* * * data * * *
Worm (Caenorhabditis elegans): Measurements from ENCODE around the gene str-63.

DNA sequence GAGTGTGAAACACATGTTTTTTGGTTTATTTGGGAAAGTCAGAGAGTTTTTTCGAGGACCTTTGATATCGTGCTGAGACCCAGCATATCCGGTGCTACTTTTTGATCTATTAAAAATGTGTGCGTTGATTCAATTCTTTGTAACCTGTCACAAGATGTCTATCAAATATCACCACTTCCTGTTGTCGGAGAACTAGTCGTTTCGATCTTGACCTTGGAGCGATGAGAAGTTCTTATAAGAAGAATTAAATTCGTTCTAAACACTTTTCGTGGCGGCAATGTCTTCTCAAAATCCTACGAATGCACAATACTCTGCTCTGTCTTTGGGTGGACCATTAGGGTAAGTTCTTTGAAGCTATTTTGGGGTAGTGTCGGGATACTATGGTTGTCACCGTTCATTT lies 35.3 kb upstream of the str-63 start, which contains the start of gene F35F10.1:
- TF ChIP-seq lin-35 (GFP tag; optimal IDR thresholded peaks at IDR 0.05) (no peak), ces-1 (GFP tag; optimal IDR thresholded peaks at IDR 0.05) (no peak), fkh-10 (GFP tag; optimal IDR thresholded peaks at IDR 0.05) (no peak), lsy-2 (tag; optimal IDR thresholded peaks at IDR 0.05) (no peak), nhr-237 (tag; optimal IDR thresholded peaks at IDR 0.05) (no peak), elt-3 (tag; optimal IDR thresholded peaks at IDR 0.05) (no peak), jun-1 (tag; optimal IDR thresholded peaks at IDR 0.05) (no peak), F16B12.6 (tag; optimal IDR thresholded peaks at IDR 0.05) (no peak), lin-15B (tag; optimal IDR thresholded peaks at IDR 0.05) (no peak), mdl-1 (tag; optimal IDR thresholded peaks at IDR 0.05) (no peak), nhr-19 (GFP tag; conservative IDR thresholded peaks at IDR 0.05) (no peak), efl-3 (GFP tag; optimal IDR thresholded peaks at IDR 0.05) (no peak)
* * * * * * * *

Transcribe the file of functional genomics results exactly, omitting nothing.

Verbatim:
Worm (Caenorhabditis elegans): Measurements from ENCODE around the gene str-63.

DNA sequence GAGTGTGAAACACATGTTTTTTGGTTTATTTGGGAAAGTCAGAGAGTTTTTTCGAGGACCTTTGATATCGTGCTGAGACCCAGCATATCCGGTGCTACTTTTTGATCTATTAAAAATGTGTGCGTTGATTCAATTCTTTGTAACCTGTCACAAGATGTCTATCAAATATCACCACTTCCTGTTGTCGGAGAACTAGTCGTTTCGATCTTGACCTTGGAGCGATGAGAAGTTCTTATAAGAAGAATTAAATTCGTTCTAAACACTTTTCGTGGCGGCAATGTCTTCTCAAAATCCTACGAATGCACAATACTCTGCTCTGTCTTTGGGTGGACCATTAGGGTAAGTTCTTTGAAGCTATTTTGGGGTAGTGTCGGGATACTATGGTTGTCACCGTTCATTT lies 35.3 kb upstream of the str-63 start, which contains the start of gene F35F10.1:
- TF ChIP-seq lin-35 (GFP tag; optimal IDR thresholded peaks at IDR 0.05) (no peak), ces-1 (GFP tag; optimal IDR thresholded peaks at IDR 0.05) (no peak), fkh-10 (GFP tag; optimal IDR thresholded peaks at IDR 0.05) (no peak), lsy-2 (tag; optimal IDR thresholded peaks at IDR 0.05) (no peak), nhr-237 (tag; optimal IDR thresholded peaks at IDR 0.05) (no peak), elt-3 (tag; optimal IDR thresholded peaks at IDR 0.05) (no peak), jun-1 (tag; optimal IDR thresholded peaks at IDR 0.05) (no peak), F16B12.6 (tag; optimal IDR thresholded peaks at IDR 0.05) (no peak), lin-15B (tag; optimal IDR thresholded peaks at IDR 0.05) (no peak), mdl-1 (tag; optimal IDR thresholded peaks at IDR 0.05) (no peak), nhr-19 (GFP tag; conservative IDR thresholded peaks at IDR 0.05) (no peak), efl-3 (GFP tag; optimal IDR thresholded peaks at IDR 0.05) (no peak)